3C.6 Ocean Model Impact Study for Improvement of Tropical Cyclone (TC) Forecasting

Monday, 16 April 2018: 2:45 PM
Champions ABC (Sawgrass Marriott)
Hyun-Sook Kim, IMSG and NOAA/NWS/NCEP/EMC, College Park, MD; and G. R. Halliwell Jr., P. G. Black, N. Bond, S. Chen, J. J. Cione, J. Dong, P. J. Fitzpatrick, G. Goni, B. Jaimes, S. Jayne, B. Liu, E. Sanabia, L. K. Shay, B. Thomas, J. Zhang, L. Zhu, A. Mehra, and V. Tallapragada

As seen in the 2017 Atlantic hurricane season, the ocean was a dominant source of thermal energy for TCs that rapidly intensified to major hurricanes over warm oceans under favorable atmospheric conditions. In this broad context, accurate ocean coupling is essential for TC prediction models to forecast the evolving intensity fluctuations. Because ocean coupling was not accurately represented in previous-generation fully-coupled prediction models, they often produced forecasts with equal or reduced skill compared to simpler or uncoupled models. These results produced skepticism in the operational forecasting community concerning the need to include state-of-the-art coupling to a three-dimensional ocean model in operational prediction systems to forecast the intensity. Notwithstanding, the present generation of coupled prediction systems, along with next-generation systems under development, all contain major improvements to the atmospheric model, surface flux parameterizations, ocean model physics, and parameterizations of both atmospheric and oceanic planetary boundary layer dynamics. These improvements along with more accurate initialization procedures using analyses produced by data assimilation, require a more comprehensive approach to resolving the complexities of ocean coupling and TC intensity evolution. Central to this revisit, there is a need to acquire 3D ocean profiles to assess the fidelity of the ocean model in this coupled approach for operations.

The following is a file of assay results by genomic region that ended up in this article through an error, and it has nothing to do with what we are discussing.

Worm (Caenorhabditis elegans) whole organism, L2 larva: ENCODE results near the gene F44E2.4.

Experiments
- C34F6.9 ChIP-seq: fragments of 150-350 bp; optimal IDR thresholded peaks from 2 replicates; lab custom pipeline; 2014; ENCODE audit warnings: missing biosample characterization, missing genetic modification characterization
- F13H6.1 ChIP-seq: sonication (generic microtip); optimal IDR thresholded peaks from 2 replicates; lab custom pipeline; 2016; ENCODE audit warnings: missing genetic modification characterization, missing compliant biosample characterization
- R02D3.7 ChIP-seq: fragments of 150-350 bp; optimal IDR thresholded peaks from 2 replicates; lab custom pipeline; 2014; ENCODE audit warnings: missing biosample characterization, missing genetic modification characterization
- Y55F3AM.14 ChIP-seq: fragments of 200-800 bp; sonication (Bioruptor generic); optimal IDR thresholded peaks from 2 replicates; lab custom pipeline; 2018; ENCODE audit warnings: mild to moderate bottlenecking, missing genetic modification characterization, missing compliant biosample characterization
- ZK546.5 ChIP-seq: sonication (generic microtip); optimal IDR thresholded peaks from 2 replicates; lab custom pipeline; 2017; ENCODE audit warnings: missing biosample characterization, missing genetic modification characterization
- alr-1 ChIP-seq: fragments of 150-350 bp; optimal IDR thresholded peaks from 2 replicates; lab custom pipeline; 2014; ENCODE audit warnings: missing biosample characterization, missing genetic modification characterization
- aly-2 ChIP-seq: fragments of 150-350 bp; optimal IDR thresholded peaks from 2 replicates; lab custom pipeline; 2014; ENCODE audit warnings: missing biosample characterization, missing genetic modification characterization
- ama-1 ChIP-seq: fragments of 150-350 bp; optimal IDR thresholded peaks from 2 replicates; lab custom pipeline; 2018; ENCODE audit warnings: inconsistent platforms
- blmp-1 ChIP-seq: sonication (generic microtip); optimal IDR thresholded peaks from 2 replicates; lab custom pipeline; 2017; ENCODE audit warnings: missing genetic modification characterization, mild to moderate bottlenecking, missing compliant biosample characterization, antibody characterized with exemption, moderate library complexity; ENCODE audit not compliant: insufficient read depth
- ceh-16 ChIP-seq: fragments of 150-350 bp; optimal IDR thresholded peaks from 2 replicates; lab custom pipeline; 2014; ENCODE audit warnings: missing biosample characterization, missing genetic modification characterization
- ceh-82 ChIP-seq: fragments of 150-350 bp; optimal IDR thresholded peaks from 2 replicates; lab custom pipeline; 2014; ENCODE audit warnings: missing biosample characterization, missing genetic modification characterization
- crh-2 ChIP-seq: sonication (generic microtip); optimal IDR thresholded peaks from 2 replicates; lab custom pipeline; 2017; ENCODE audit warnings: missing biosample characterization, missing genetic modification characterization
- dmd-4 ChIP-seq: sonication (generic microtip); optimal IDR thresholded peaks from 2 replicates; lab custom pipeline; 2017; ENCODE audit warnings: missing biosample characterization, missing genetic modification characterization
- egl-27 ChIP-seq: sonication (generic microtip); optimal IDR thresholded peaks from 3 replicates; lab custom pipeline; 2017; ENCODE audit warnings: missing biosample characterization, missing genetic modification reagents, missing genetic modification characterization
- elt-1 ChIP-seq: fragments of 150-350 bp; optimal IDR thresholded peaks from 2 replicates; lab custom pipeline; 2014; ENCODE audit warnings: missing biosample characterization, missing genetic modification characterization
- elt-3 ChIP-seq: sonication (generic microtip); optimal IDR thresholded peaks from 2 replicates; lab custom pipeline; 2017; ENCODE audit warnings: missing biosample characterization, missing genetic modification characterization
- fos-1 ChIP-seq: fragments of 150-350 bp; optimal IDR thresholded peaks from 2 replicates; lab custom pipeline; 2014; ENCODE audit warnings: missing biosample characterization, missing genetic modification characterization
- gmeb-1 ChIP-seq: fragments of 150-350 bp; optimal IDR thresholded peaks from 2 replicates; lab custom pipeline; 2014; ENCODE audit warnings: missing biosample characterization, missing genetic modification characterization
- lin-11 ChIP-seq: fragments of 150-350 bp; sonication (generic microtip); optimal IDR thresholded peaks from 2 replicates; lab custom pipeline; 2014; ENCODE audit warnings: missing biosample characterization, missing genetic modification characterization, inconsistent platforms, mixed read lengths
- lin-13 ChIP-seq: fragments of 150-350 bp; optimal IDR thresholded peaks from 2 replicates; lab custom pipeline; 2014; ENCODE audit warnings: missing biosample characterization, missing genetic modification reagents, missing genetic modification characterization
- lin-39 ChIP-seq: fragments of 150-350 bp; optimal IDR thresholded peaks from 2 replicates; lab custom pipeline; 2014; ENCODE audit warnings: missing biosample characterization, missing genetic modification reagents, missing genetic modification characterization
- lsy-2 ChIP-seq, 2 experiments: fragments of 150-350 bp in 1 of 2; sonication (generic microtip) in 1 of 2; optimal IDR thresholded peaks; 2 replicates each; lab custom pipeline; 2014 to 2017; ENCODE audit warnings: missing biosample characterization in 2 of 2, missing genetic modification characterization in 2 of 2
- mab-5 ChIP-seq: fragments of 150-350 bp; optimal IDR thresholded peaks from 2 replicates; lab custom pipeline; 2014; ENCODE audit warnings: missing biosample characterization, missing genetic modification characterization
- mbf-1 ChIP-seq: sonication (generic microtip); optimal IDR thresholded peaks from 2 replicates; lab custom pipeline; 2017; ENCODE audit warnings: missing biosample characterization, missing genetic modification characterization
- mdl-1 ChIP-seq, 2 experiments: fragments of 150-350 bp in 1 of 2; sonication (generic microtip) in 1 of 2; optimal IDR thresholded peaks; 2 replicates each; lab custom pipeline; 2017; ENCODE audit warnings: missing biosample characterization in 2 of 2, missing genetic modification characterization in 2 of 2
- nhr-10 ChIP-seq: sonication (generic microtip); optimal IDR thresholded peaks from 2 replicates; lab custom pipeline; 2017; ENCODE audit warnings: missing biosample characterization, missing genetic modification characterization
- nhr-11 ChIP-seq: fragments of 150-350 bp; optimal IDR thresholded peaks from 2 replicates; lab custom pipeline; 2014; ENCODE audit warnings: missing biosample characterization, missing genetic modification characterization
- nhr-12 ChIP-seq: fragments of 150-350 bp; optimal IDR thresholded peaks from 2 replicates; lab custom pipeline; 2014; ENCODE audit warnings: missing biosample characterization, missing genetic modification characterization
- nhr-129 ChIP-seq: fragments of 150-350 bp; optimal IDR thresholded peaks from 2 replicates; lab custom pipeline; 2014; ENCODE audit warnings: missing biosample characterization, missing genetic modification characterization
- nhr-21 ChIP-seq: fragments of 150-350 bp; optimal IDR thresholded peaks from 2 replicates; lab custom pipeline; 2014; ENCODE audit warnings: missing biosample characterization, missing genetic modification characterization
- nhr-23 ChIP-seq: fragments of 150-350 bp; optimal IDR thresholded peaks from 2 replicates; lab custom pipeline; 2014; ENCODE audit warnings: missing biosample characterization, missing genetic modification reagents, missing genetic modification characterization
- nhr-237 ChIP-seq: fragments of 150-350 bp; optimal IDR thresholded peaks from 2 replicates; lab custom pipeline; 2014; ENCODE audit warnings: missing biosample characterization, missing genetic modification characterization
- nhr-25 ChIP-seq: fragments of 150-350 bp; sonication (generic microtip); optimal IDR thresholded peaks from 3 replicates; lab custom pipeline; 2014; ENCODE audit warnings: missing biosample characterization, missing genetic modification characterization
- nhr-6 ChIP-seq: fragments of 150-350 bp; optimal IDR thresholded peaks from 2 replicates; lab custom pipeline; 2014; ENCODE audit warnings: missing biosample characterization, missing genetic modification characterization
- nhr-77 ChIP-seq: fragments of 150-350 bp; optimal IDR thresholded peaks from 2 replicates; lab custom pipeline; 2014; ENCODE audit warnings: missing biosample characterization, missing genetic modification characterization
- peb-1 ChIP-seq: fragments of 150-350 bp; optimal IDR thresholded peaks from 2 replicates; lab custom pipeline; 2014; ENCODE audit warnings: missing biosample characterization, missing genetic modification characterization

The Ocean Model Impact Tiger Team (OMITT) formed in December 2014 as part of the NOAA Hurricane Forecast Improvement Project (HFIP) serves to investigate the need of ocean coupling, focusing primarily on numerical guidance models, and to demonstrate the degree of ocean model complexity required for ocean coupling to optimize TC intensity forecasts. Teams of research and operational scientists from various institutions continue to coordinate efforts in pursuit of this important goal. In this presentation, we describe key findings and accomplishments, and summarize our ongoing efforts and future plans from the perspectives of experimental field campaigns and numerical model experiments.

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